The complex architecture and functions of the spleen result from intimate interactions among different cell types: mesenchymal cells ("basic parenchyma"), invading endothelial cells and colonizing hematopoietic cells. In humans, the spleen has critical roles in early hematopoiesis, immunity and blood filtering and its absence (as in congenital asplenia, an under-diagnosed disorder often recognized only at autopsy) results in a high risk for life-threatening bacterial infections and fatal sepsis in newborns and children. Our long-term objective is to identify genetic pathways that control the successive stages of spleen development: morphogenesis, expansion, and influx of endothelial and hematopoietic cells, since these interrelated organogenetic processes are of utmost importance to spleen function and, as of yet, mostly unknown. We anticipate that the new knowledge generated from these studies will have a deep impact on the understanding of spleen function, including hematopoiesis and immune response. In summary, the proposed work will shed light on novel genetic and molecular networks that underlie the ontogeny of the spleen, a neglected organ in regard to its development. Lastly, our studies aspire to provide a better comprehension of the pathogenesis of congenital asplenia, as we put forth the prerequisite basic genetic background towards prenatal molecular diagnosis of this condition, which results in heavily impaired immune response to deadly bacterial infections.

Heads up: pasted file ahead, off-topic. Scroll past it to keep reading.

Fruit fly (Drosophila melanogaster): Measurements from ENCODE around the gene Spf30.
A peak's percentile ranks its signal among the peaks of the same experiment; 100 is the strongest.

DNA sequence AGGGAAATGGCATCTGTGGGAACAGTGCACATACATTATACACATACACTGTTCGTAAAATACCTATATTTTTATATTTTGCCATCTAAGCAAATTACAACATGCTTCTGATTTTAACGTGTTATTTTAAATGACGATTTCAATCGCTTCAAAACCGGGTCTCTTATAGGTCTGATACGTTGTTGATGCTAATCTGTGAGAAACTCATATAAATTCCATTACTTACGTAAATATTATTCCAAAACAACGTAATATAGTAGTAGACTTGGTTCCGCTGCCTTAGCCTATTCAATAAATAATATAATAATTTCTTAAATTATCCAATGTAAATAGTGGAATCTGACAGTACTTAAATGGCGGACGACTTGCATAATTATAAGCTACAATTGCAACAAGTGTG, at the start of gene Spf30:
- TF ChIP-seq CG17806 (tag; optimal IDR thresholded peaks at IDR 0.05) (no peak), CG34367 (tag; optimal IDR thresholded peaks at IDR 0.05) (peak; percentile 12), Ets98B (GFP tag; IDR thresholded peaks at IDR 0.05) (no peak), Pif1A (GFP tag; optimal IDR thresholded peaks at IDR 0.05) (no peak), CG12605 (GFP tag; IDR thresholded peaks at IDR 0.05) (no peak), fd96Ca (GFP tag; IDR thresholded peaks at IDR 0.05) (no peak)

Agency
National Institute of Health (NIH)
Institute
Eunice Kennedy Shriver National Institute of Child Health & Human Development (NICHD)
Type
Research Project (R01)
Project #
5R01HD061403-03
Application #
8278674
Study Section
Development - 2 Study Section (DEV2)
Program Officer
Coulombe, James N
Project Start
2010-09-15
Project End
2015-05-31
Budget Start
2012-06-01
Budget End
2013-05-31
Support Year
3
Fiscal Year
2012
Total Cost
$336,648
Indirect Cost
$137,448
Name
Weill Medical College of Cornell University
Department
Anatomy/Cell Biology
Type
Schools of Medicine
DUNS #
060217502
City
New York
State
NY
Country
United States
Zip Code
10065